[FOM] Alain Badiou

Vaughan Pratt pratt at cs.stanford.edu
Fri Jul 24 01:35:32 EDT 2009

What one makes of Badiou is likely to depend to a great extent on one's 
own take on foundations.  The FOM readership has traditionally been 
characterized by a distinct preference for set-theoretic foundations, a 
point of view from which Badiou would appear to have a better handle on 
how to relate mathematics and reality than would a category theorist, 
given Badiou's acceptance of ZFC as a starting point for his own 
(admittedly idiosyncratic) take on that relationship.

By the same token a category theorist is likely to find Badiou merely a 
low-tech spokesperson for a point of view they have little sympathy for.

Personally I'm somewhat sympathetic to Badiou's general program, having 
gotten interested myself in tie-ins between mathematics and ontology in 
the past couple of years (but that's another story).  I can also see how 
ZFC is a sufficient starting point for that program, though I can't 
agree at all that it a necessary one.

To me the essential difference between set theory and category theory is 
their reversal of the roles of logic and algebra.  Set theory is founded 
on the logical notion of membership, a binary *relation*, which then 
serves as a springboard from which to develop algebra.

Conversely category theory starts with the algebraic notion of an 
associative composition of adjacent edges of a graph, a binary 
*operation*, from which one can then develop notions of logic along 
lines pioneered by Lawvere.  (Categories are not algebraic in sets 
however but in graphs: in CT language, Cat is monadic in Grph which in 
turn is monadic in Set, but Cat is not monadic in Set, the basic 
counterexample to composability of monads.)

To the extent that set theorists are wedded to logic as the core 
framework of mathematics, their rejection of algebra as a possible 
alternative core framework is understandable.  This was not so clear 
during the 19th century; logic did not really emerge as a preferred 
basis for mathematics until Hilbert, Tarski, and Goedel lent their 
prestige to the logical point of view favored by Frege, Peano, and 
Russell over the more algebraic perspectives of Boole, Peirce, Dedekind, 
and Schroeder.  (I'd be interested in opinions as to whether Cantor as 
the founder of set theory was more algebraic or logical in his outlook,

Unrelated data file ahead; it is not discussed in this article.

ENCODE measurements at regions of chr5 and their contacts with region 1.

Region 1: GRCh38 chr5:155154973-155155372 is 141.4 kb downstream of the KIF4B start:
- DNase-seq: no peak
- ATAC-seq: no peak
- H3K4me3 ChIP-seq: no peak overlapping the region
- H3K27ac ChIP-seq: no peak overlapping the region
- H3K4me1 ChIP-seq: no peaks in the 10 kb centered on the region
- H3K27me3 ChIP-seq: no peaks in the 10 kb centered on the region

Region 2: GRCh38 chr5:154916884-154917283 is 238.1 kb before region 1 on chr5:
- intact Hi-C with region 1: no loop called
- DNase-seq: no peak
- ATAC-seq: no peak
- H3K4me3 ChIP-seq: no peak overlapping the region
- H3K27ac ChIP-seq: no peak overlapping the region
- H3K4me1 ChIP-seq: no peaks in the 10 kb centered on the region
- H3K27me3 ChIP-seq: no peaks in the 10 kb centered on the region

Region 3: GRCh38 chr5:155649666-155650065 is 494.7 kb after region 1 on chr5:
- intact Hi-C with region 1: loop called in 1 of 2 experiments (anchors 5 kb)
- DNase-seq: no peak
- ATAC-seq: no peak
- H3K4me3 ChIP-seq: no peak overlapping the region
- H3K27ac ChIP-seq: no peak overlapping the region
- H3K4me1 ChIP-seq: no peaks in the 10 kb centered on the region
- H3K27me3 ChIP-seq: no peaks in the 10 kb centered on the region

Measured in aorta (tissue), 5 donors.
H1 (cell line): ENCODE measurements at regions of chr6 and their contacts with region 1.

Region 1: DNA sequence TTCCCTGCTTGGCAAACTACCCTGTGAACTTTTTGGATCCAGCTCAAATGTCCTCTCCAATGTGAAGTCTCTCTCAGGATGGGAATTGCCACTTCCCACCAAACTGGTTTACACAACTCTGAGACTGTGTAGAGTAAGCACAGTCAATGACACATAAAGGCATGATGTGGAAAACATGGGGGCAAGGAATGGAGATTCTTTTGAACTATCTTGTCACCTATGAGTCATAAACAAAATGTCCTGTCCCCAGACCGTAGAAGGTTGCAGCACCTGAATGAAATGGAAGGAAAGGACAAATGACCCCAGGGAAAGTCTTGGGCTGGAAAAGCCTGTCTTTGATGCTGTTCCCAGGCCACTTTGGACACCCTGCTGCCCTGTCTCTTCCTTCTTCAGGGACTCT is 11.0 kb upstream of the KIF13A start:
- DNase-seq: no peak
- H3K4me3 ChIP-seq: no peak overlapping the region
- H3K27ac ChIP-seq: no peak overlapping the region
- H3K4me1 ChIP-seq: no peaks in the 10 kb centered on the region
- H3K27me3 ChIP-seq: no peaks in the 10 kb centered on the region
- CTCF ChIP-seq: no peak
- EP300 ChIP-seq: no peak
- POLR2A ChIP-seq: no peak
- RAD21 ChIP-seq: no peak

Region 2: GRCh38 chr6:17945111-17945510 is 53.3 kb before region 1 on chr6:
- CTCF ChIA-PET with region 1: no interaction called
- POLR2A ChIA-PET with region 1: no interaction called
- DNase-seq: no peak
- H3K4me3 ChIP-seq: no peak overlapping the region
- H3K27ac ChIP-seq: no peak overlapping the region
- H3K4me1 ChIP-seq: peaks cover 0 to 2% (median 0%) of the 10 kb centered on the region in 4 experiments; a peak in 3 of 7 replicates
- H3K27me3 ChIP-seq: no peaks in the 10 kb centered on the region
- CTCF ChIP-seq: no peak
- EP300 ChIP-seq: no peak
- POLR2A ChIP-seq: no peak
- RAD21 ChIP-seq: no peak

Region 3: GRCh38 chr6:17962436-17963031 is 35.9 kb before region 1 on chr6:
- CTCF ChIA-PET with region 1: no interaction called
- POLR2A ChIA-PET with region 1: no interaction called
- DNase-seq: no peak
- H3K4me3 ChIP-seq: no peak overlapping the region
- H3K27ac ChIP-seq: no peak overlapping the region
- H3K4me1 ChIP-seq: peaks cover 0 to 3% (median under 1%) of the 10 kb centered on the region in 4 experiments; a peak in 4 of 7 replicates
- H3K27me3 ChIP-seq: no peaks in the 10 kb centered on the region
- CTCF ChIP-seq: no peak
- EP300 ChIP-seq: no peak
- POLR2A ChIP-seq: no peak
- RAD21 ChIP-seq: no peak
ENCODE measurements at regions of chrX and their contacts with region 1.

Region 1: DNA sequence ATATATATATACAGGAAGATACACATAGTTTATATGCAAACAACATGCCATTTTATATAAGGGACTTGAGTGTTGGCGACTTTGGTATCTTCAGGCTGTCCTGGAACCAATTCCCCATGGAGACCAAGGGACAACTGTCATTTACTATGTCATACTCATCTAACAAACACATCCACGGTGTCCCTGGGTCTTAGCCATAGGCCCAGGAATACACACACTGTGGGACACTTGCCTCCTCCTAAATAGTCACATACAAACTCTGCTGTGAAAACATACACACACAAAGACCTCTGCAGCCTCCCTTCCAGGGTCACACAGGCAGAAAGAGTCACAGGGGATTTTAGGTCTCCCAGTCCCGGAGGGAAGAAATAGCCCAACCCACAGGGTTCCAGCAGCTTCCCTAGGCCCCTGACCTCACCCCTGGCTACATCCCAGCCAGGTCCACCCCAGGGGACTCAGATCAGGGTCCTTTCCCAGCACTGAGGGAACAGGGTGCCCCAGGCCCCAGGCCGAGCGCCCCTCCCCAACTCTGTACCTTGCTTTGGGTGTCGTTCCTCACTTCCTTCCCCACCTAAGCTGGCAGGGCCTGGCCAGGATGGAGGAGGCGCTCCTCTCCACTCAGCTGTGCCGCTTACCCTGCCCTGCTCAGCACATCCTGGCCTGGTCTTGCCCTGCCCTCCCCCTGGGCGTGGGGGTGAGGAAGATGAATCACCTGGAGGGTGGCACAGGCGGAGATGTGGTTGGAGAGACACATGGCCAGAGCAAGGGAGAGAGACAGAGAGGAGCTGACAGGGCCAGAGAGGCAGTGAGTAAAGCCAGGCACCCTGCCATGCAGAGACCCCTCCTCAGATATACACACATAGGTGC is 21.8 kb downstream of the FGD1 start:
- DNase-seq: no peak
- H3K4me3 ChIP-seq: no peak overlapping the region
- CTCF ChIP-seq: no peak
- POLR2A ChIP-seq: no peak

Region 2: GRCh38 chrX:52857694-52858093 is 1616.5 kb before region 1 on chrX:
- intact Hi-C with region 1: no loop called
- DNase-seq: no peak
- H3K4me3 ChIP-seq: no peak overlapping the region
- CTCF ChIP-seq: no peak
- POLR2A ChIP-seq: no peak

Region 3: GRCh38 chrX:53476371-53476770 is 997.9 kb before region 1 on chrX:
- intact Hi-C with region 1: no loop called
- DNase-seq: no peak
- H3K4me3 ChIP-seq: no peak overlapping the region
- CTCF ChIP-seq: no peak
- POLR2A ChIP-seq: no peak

and likewise for De Morgan as the initiator of relation algebra, and for 
Whitehead as the coauthor with Russell of the Principia.)  However by 
the time universal algebra became a subject in its own right, starting 
say with Garrett Birkhoff's work in the mid-1930s, its founders had by 
and large already accepted the inevitability of logic as the proper 
framework on which to found mathematics.

The heresy that mathematics could *start* from algebra had its first and 
arguably only serious revival in the 20th century (the two cylindric 
algebra volumes, the Tarski-Givant book on set theory without variables, 
and related works notwithstanding) with the mid-century emergence of 
category theory, which I would characterize as equipping universal 
algebra with tools powerful enough to disentangle itself from the 
logical foundations it had fully accepted up to then.  The Universal 
Algebra and Category Theory conference, UACT, jointly organized by Ralph 
McKenzie and Saunders Mac Lane and held at MSRI Berkeley in 1993, 
brought together for the first time two communities that, when they met, 
turned out to be living in dramatically different world views of 
mathematics.  When Bill Thurston, then Director of MSRI, opened the 
conference with a confession to a sense of vertigo at the very thought 
of the opposite of a category, the category theorists inhaled audibly in 
perfect unison.  Later that morning Fred Linton and Walter Taylor gave 
back-to-back talks on the "right" definition of the notion of variety 
(equational class) that were so utterly different that many of the 
universal algebraists failed to realize the two talks even had a common 

A century of investment in stabilizing the logical foundations of 
mathematics has created a certain sense of inevitability.  As I say on 
my blog, "The self-evident is merely a hypothesis that is so convenient, 
and that has been assumed for so long, that we can no longer imagine it 
false."  (To find my blog simply google for this statement.)  Although 
category theory has only been around half as long, this is nevertheless 
long enough to have developed a culture of its own with at least two 
generations who can't see the need for membership as a starting point 
for the foundations of mathematics, and who prefer algebra over logic as 
the place to start defining mathematics.

In matters of religion I prefer to be largely agnostic while allowing 
that perhaps the number of gods is indeed a perfect square as most 
people seem to believe.  While I'd like to be just as agnostic on this 
logic-vs-algebra schism, I have to confess a predilection for algebra 
over logic as the proper starting point for mathematics.  The logical 
foundations of mathematics may well be more mature than its algebraic 
counterpart, but I don't see how it follows that it's more effective.

Vaughan Pratt

Thomas Forster wrote:
>    I imagine most listmembers who have heard of this chap  share my 
> suspicions.   Does this chap know enough mathematics for his views 
> on foundations to be of interest? Or is this just a case of fools 
> rushing in where angels fear to tread?  However I have recently had 
> my ear bent by a very able former student of mine who says there is 
> something in it and i should have a look. Take a squiz at this recent 
> review of his:
> 	www.dpmms.cam.ac.uk/~tf/bat-on-badiou.pdf
>   Does anyone have any useful thoughts on this matter..?
>             tf

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